Lecture 8 – Feb 19th, 2020


  1. Log in to clyde.
  2. Create a directory and cd into it.
  3. Copy ~steve/ex/hello.c to your directory.


  1. Open hello.c in your editor and read it. Try to guess what it will print out. Compile the code and run it by entering the following commands in the terminal.
    $ clang -Wall -std=c11 -o hello hello.c
    $ ./hello

    Did it print what you expected?

  2. Run the hello program again, this time passing it some names as arguments (try to guess what will happen before you run it). You don’t need to recompile the program, just run it again.
    $ ./hello Adam Bob Cynthia
  3. Modify hello.c such that the “Hello” messages are printed in the reverse order.

    Since you have modified hello.c, you need to recompile the program. So once again, run

    $ clang -Wall -std=c11 -o hello hello.c
    $ ./hello Adam Bob Cynthia

    If you get an error or warning message, read it closely and then try to fix the error/warning.

    If your modified program printed out the line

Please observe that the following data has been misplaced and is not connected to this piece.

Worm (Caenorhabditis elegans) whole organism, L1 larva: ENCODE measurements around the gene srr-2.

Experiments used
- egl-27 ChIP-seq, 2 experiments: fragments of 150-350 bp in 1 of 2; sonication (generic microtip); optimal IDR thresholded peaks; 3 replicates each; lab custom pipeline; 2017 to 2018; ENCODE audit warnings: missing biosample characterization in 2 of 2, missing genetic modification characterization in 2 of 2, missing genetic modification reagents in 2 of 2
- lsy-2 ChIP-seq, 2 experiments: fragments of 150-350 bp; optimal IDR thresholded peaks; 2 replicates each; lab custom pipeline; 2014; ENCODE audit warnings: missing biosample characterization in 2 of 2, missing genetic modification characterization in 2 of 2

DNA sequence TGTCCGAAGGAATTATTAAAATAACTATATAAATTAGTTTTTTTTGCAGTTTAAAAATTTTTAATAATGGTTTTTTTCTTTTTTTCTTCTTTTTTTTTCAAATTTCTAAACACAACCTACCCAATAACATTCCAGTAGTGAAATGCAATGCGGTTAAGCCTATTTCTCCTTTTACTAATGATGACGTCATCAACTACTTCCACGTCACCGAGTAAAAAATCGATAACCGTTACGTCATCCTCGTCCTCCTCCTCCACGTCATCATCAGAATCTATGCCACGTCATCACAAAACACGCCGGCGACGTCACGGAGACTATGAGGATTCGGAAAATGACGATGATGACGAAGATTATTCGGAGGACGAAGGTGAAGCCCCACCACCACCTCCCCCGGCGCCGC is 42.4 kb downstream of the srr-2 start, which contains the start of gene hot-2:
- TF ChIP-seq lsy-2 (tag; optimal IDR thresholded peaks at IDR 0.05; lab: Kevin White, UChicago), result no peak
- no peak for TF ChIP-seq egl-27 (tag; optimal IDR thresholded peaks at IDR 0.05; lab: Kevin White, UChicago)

Hello (null)!

    then you have likely tried to print argv[argc] which has the special value NULL. This is an off-by-one error. You should fix this.

  4. Lastly, we can use the
    char *getenv(char const *environment_variable);

    function to get the value of environment variables (as a string). In particular, getenv("USER") returns the user name of the user running the program.

    In order to use getenv, the function needs to be declared before we can use it in main.c. Fortunately, getenv is part of the C standard library and is declared in the stdlib.h header.

    Modify hello.c as follows. First, add the line

    #include <stdlib.h>

    to the top of the file.

    Next, modify the first printf() line so that rather than printing Hello world!, it prints Hello followed by the user’s user name. Look closely at the other printf() line for inspiration. Rather than printing out argv[idx], you’ll want to print out getenv("USER").

    Compile and run the program. (After editing a file, it’s easiest to press up in the terminal until you get to the clang line and then you can just press enter rather than typing out the whole clang -Wall -std=c11 ... line each time.)